Top Books of 2018 for American Road Tripping
Two novels set on the open road and two accounts of life in Trump's White House all made for journeys deep into America today
Reviewed by Jay Trachtenberg, Fri., Dec. 28, 2018
The most enjoyable book I read this year was Gary Shteyngart's Lake Success (Random House), a modern-day road novel, of sorts. Our antihero, a Wall Street billionaire, takes a cross-country Greyhound bus trip as his personal and professional lives are self-destructing. Set in pre-election 2016, the story provides a scathing and witty assessment of an America throttled by income disparity, corporate malfeasance, political corruption, and ethical compromise.
A road novel of a totally different sort is Panhandle native Randy Kennedy's excellent debut Presidio (Touchstone), a noirish tale of two estranged brothers who become inadvertent kidnappers and try to outrun the law to the Mexican border. Set across the harsh expanse of West Texas, the vivid descriptions of the unforgiving landscape render it an omnipresent character in its own right.
My reading year was roughly bookended with two red-meat exposés on our president, Michael Wolff's Fire and Fury: Inside the Trump White House (Henry Holt and Co.) and Bob Woodward's more recent Fear: Trump in the White House (Simon & Schuster). If you've been following the news closely for the past two-plus years, then you'll probably be familiar with the most egregious and disturbing revelations entailed in both books. It's not a pretty picture, to say the least. The fact that Wolff, a writer for USA Today and The Hollywood Reporter, was allowed to park himself outside the Oval Office for months and speak to whomever he pleased should tell you all you need to know about the chaos that characterizes this frightful regime.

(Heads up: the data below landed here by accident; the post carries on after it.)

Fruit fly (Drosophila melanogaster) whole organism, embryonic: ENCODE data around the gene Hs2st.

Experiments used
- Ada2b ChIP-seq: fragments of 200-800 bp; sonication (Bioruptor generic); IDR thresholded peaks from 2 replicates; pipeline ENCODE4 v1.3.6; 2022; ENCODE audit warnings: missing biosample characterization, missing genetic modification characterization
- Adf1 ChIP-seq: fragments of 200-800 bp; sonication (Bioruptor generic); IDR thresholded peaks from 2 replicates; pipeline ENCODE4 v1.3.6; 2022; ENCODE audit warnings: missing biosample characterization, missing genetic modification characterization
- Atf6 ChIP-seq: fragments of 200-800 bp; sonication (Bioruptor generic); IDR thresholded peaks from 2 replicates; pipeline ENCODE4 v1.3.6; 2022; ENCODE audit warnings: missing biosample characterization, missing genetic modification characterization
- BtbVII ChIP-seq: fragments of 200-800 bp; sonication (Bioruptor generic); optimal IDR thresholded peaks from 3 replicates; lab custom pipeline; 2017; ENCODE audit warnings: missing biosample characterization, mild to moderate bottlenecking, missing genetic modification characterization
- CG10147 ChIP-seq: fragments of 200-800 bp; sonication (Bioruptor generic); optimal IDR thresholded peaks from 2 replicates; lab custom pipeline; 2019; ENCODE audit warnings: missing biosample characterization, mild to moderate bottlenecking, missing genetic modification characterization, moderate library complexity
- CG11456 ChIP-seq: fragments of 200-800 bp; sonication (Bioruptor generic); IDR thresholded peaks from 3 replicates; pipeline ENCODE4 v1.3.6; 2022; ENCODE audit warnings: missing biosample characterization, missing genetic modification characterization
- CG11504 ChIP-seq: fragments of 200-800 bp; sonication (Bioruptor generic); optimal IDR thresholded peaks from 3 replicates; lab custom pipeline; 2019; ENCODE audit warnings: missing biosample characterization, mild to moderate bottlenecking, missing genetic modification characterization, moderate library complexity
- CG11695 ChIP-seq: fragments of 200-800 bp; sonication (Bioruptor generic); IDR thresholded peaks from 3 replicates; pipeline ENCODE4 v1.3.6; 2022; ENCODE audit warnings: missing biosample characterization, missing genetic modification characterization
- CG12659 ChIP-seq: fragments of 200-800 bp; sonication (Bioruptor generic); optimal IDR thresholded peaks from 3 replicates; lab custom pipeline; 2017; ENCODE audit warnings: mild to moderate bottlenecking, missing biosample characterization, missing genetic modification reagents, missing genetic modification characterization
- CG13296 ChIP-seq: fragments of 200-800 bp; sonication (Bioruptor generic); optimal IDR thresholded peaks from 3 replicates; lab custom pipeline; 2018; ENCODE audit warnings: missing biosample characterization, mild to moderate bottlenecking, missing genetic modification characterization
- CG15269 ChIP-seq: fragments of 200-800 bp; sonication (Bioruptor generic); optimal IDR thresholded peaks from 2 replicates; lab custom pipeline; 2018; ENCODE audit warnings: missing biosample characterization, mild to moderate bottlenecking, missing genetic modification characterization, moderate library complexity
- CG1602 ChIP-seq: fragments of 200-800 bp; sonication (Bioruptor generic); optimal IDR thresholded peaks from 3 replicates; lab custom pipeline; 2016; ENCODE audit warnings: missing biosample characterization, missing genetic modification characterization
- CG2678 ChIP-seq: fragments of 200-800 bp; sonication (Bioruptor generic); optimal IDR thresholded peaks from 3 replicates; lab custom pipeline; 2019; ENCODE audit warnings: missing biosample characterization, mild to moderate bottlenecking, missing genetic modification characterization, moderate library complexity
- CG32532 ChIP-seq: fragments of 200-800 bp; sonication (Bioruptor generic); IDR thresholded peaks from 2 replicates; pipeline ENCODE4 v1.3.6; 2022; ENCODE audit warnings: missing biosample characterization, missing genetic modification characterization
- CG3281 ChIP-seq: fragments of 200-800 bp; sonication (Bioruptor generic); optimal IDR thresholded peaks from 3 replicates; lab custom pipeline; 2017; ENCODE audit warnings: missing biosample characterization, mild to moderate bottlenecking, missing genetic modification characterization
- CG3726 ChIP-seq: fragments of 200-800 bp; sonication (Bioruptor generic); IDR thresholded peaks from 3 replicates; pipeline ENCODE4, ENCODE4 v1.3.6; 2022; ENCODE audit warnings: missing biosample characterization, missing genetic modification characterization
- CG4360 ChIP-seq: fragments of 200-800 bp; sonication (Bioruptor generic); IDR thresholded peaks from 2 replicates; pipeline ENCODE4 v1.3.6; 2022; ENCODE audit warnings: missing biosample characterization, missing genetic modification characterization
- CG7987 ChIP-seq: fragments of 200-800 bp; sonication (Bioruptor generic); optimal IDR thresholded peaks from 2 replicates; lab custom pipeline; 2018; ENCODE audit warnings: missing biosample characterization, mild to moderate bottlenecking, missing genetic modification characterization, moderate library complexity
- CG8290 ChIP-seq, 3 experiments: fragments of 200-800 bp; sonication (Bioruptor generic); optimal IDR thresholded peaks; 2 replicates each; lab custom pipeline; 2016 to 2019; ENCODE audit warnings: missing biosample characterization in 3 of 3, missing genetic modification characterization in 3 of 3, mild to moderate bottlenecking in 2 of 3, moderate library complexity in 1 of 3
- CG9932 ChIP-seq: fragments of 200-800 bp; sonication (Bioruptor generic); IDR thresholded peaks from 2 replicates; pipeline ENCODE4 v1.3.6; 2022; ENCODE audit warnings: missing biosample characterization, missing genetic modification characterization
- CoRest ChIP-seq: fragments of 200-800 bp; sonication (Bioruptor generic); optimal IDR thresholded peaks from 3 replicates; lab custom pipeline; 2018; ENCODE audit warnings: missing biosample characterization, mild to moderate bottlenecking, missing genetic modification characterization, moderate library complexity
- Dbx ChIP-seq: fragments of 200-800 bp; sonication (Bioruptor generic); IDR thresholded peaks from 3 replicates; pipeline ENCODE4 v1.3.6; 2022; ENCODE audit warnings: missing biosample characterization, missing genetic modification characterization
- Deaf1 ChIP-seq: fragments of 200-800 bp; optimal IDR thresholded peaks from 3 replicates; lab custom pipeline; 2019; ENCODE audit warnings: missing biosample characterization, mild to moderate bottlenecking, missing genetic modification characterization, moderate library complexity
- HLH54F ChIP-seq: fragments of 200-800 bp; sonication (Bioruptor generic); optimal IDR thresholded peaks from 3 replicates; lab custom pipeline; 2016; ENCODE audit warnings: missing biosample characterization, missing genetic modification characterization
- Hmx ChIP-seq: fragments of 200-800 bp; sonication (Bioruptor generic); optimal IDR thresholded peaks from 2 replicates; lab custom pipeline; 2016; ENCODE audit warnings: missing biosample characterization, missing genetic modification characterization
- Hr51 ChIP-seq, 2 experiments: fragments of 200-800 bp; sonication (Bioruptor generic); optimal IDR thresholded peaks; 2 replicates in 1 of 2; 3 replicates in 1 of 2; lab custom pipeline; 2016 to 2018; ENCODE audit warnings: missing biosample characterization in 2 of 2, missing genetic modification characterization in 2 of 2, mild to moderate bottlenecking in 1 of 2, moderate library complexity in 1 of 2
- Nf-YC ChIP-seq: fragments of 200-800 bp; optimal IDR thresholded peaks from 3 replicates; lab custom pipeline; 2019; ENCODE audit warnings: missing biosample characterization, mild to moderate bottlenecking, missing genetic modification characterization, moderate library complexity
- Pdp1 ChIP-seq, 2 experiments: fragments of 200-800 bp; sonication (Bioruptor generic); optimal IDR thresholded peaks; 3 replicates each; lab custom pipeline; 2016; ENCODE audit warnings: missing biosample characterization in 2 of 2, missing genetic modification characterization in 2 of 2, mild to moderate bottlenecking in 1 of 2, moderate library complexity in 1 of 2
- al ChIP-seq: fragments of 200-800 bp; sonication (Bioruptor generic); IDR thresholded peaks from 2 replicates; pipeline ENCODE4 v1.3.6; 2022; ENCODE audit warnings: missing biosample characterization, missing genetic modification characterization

Only die-hard book lovers will likely make it all the way through The Invented Part, by Argentine author Rodrigo Fresán (Open Letter Press, translated by Will Vanderhyden). This sprawling doorstop of a novel about writers and writing is dense, frenetic, and challenging, but Fresán's lengthy forays into F. Scott Fitzgerald, 2001: A Space Odyssey, the Kinks, Pink Floyd, Bob Dylan, and other noteworthy cultural touchstones tend to ease the burden of this thought-provoking tome.